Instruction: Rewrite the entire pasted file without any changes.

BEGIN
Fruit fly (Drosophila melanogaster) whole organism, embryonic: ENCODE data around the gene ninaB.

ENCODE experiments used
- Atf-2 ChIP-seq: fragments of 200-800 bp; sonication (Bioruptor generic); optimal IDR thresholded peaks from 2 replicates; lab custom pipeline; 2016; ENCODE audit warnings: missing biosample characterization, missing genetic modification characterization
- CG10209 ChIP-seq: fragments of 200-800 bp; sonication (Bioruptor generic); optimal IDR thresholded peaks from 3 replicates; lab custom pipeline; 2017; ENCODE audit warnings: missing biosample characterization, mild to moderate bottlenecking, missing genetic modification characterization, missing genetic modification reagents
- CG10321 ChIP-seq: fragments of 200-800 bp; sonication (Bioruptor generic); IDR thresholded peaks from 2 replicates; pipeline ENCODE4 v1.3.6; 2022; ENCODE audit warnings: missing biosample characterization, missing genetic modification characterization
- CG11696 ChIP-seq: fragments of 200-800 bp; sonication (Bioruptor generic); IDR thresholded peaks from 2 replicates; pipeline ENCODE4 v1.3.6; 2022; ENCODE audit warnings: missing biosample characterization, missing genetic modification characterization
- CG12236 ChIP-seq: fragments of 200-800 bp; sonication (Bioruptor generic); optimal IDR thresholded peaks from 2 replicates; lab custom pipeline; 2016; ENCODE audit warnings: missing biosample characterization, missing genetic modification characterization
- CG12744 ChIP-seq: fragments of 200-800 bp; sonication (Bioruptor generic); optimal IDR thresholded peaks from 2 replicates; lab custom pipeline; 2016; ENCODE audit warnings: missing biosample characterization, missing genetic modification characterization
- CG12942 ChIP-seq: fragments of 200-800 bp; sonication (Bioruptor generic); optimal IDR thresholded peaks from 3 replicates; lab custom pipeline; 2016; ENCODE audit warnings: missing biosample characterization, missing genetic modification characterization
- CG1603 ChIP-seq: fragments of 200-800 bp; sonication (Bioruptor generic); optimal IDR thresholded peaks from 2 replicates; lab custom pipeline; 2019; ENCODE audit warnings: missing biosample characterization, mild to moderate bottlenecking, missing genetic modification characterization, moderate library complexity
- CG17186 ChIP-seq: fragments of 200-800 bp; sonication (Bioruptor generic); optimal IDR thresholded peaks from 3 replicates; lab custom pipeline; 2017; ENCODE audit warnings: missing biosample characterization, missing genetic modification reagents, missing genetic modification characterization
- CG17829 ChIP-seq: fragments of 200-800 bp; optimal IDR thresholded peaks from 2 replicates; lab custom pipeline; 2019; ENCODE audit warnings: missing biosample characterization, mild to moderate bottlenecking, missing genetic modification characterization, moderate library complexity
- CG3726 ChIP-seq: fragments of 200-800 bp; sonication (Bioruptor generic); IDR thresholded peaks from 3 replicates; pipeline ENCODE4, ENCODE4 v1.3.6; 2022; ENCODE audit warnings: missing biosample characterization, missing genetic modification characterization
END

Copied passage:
Fruit fly (Drosophila melanogaster) whole organism, embryonic: ENCODE data around the gene ninaB.

ENCODE experiments used
- Atf-2 ChIP-seq: fragments of 200-800 bp; sonication (Bioruptor generic); optimal IDR thresholded peaks from 2 replicates; lab custom pipeline; 2016; ENCODE audit warnings: missing biosample characterization, missing genetic modification characterization
- CG10209 ChIP-seq: fragments of 200-800 bp; sonication (Bioruptor generic); optimal IDR thresholded peaks from 3 replicates; lab custom pipeline; 2017; ENCODE audit warnings: missing biosample characterization, mild to moderate bottlenecking, missing genetic modification characterization, missing genetic modification reagents
- CG10321 ChIP-seq: fragments of 200-800 bp; sonication (Bioruptor generic); IDR thresholded peaks from 2 replicates; pipeline ENCODE4 v1.3.6; 2022; ENCODE audit warnings: missing biosample characterization, missing genetic modification characterization
- CG11696 ChIP-seq: fragments of 200-800 bp; sonication (Bioruptor generic); IDR thresholded peaks from 2 replicates; pipeline ENCODE4 v1.3.6; 2022; ENCODE audit warnings: missing biosample characterization, missing genetic modification characterization
- CG12236 ChIP-seq: fragments of 200-800 bp; sonication (Bioruptor generic); optimal IDR thresholded peaks from 2 replicates; lab custom pipeline; 2016; ENCODE audit warnings: missing biosample characterization, missing genetic modification characterization
- CG12744 ChIP-seq: fragments of 200-800 bp; sonication (Bioruptor generic); optimal IDR thresholded peaks from 2 replicates; lab custom pipeline; 2016; ENCODE audit warnings: missing biosample characterization, missing genetic modification characterization
- CG12942 ChIP-seq: fragments of 200-800 bp; sonication (Bioruptor generic); optimal IDR thresholded peaks from 3 replicates; lab custom pipeline; 2016; ENCODE audit warnings: missing biosample characterization, missing genetic modification characterization
- CG1603 ChIP-seq: fragments of 200-800 bp; sonication (Bioruptor generic); optimal IDR thresholded peaks from 2 replicates; lab custom pipeline; 2019; ENCODE audit warnings: missing biosample characterization, mild to moderate bottlenecking, missing genetic modification characterization, moderate library complexity
- CG17186 ChIP-seq: fragments of 200-800 bp; sonication (Bioruptor generic); optimal IDR thresholded peaks from 3 replicates; lab custom pipeline; 2017; ENCODE audit warnings: missing biosample characterization, missing genetic modification reagents, missing genetic modification characterization
- CG17829 ChIP-seq: fragments of 200-800 bp; optimal IDR thresholded peaks from 2 replicates; lab custom pipeline; 2019; ENCODE audit warnings: missing biosample characterization, mild to moderate bottlenecking, missing genetic modification characterization, moderate library complexity
- CG3726 ChIP-seq: fragments of 200-800 bp; sonication (Bioruptor generic); IDR thresholded peaks from 3 replicates; pipeline ENCODE4, ENCODE4 v1.3.6; 2022; ENCODE audit warnings: missing biosample characterization, missing genetic modification characterization